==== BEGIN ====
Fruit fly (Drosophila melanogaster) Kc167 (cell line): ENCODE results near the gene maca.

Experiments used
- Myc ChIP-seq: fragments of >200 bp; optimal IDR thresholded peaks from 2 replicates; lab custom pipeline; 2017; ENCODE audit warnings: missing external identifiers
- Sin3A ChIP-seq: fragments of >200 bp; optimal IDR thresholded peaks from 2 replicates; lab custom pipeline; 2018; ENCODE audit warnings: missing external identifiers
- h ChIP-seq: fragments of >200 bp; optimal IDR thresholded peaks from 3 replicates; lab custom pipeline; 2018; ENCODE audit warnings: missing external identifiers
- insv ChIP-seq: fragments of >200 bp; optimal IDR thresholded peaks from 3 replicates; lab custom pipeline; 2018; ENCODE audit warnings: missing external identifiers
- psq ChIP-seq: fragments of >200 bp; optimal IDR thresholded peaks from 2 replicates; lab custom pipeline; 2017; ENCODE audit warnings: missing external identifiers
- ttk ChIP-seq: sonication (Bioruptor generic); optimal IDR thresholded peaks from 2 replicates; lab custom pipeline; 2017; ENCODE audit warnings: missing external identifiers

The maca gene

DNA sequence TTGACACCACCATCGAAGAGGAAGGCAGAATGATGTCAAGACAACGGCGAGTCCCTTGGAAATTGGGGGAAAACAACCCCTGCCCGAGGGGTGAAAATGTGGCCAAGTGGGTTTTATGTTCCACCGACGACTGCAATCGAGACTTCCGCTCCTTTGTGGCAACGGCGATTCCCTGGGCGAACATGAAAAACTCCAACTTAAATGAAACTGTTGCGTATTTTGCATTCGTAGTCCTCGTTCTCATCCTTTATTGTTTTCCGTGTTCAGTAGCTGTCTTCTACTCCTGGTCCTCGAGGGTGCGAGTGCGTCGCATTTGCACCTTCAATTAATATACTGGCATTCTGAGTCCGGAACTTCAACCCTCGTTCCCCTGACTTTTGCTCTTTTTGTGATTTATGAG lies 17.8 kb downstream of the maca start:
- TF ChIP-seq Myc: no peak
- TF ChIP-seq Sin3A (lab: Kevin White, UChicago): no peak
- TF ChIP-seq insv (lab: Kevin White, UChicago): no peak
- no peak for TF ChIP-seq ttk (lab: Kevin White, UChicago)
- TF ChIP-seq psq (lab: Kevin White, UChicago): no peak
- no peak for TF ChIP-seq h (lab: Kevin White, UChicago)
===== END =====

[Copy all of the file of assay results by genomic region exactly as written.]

Fruit fly (Drosophila melanogaster) Kc167 (cell line): ENCODE results near the gene maca.

Experiments used
- Myc ChIP-seq: fragments of >200 bp; optimal IDR thresholded peaks from 2 replicates; lab custom pipeline; 2017; ENCODE audit warnings: missing external identifiers
- Sin3A ChIP-seq: fragments of >200 bp; optimal IDR thresholded peaks from 2 replicates; lab custom pipeline; 2018; ENCODE audit warnings: missing external identifiers
- h ChIP-seq: fragments of >200 bp; optimal IDR thresholded peaks from 3 replicates; lab custom pipeline; 2018; ENCODE audit warnings: missing external identifiers
- insv ChIP-seq: fragments of >200 bp; optimal IDR thresholded peaks from 3 replicates; lab custom pipeline; 2018; ENCODE audit warnings: missing external identifiers
- psq ChIP-seq: fragments of >200 bp; optimal IDR thresholded peaks from 2 replicates; lab custom pipeline; 2017; ENCODE audit warnings: missing external identifiers
- ttk ChIP-seq: sonication (Bioruptor generic); optimal IDR thresholded peaks from 2 replicates; lab custom pipeline; 2017; ENCODE audit warnings: missing external identifiers

The maca gene

DNA sequence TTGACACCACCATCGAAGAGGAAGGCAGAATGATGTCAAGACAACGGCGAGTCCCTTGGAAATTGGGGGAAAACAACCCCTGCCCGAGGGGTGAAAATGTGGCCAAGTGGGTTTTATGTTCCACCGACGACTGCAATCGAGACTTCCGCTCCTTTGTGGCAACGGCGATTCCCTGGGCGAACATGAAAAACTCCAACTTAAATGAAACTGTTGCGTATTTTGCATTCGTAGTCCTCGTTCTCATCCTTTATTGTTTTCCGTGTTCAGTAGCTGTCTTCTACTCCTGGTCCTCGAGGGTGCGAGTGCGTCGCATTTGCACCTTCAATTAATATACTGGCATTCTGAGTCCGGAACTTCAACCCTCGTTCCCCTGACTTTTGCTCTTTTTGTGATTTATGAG lies 17.8 kb downstream of the maca start:
- TF ChIP-seq Myc: no peak
- TF ChIP-seq Sin3A (lab: Kevin White, UChicago): no peak
- TF ChIP-seq insv (lab: Kevin White, UChicago): no peak
- no peak for TF ChIP-seq ttk (lab: Kevin White, UChicago)
- TF ChIP-seq psq (lab: Kevin White, UChicago): no peak
- no peak for TF ChIP-seq h (lab: Kevin White, UChicago)